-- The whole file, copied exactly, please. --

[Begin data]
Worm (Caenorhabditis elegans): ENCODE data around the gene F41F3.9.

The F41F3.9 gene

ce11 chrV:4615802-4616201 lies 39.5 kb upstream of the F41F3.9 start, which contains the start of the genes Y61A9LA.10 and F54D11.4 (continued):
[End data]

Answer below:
Worm (Caenorhabditis elegans): ENCODE data around the gene F41F3.9.

The F41F3.9 gene

ce11 chrV:4615802-4616201 lies 39.5 kb upstream of the F41F3.9 start, which contains the start of the genes Y61A9LA.10 and F54D11.4 (continued):